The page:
The massive move will cost $33 billion and the construction is set to begin next year.
Indonesia’s president Joko Widodo announced a massive plan on Monday to fix the sinking and overpopulated capital city Jakarta with a radical solution: building a new capital on the island of Borneo.
In a press conference, Widodo said that, as a result of a government study spanning three years, the new capital will be built in East Kalimantan on the island of Borneo which is known for its dense rainforests and orangutans.
But why is Indonesia moving its capital?
Jakarta is struggling with several environmental challenges. The air quality has drastically decreased over the past few months, consistently beating out infamously smoggy cities like Delhi and Beijing.
The Indonesian capital is also sinking and parts of the city are sinking at the rate of more than two inches a year, which has led to frequent flooding.
The floods are becoming more devastating as urban sprawl, mega shopping malls and mushrooming housing in the capital increases the destructive nature of catastrophic floods.
However, there is also an economic side to the story.
Jakarta, the capital of the world’s most fourth populous country with 10 million people sits on Java island. The island is currently home to 54 percent of the country’s 270 million people and it generates 58 percent of Indonesia’s gross democratic product.
“We couldn’t continue to allow the burden on Jakarta and Java island to increase in terms of population density,” Widodo said at a news conference.
“Economic disparities between Java and elsewhere would also increase.”
The government wants to separate the centre of government from the country’s business and economic centre in Jakarta in an attempt to ease economic inequalities between the different regions.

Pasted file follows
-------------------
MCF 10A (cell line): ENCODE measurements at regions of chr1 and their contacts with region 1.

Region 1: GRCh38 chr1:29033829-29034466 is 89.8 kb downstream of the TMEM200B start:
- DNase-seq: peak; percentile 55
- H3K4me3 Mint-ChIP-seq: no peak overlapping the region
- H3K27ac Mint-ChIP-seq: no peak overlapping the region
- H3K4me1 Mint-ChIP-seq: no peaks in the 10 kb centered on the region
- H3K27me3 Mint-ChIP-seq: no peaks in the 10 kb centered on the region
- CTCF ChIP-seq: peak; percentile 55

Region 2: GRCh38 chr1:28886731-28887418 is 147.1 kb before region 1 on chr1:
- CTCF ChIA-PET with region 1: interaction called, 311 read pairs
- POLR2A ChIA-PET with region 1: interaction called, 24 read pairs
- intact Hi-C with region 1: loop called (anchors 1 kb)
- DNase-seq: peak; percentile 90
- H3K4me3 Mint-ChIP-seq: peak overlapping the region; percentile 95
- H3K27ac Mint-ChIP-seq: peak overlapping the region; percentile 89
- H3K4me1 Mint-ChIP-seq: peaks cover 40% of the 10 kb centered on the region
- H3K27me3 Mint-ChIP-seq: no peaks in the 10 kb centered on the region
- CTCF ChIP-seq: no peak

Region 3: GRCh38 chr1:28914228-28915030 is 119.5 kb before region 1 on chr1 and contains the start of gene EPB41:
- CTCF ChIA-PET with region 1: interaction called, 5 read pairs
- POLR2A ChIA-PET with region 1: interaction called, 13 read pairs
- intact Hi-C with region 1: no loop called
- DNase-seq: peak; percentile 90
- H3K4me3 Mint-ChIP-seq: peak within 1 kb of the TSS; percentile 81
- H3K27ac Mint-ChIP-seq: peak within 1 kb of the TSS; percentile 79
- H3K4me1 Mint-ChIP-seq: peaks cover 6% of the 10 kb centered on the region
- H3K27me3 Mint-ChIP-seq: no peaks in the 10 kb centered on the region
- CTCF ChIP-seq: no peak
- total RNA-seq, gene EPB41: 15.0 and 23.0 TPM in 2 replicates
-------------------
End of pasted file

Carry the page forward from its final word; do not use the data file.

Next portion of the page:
"The burden Jakarta is holding right now is too heavy as the centre of governance, business, finance, trade and services," Widodo said.
When will the move happen?
Construction is set to begin next year with the move of some 1.5 million civil servants slated to begin by 2024, at a cost of 466 trillion rupiahs ($33 billion).
The cost of the move will be divided between several different sectors where 19 percent will come directly from the government budget and the rest will be funded through private-public partnerships, direct investment from state-run companies and the private sector.
Where is the capital moving?
The island of Borneo is shared by Malaysia, Brunei and Indonesia. Kalimantan, the Indonesian part of the island, is home to major mining activities as well as rainforests and is one of the few places on Earth that are home to orangutans in their natural habitat.
Mineral-rich East Kalimantan was once almost completely covered by rainforests, but illegal logging has removed much of its original growth. It is home to only 3.5 million people and is surrounded by Kutai National Park, known for orangutans and other primates and mammals.
The proposed location - near the regional cities of Balikpapan and Samarinda, is at less risk from natural disasters than Jakarta.
Are there any downsides to the move?
The government says it wants new capital to be “a smart city in the forest” and it has promised the environmental impact will be positive.
#Map shows #deforestation in #Borneo between 1950 and 2020 (projected). By @WWF More here: https://t.co/3qtOAKWOuK pic.twitter.com/rXQxqhlAis— Simon Kuestenmacher (@simongerman600) March 21, 2018
However, environmentalists fear the move will hasten the destruction of forests that are home to orangutans, sun bears and long-nosed monkeys, as well as increasing pollution already on the rise from coal mining and palm oil industries.
“The move will have an environmental impact,” said Greenpeace senior forest campaigner Jasmine Puteri.
“Jakarta has suffered so many failures from pollution, water crisis, and flooding. We don’t want these problems in the new capital”, Puteri said.
"So the government must make sure that the new capital is not built in conservation or protected area," she added.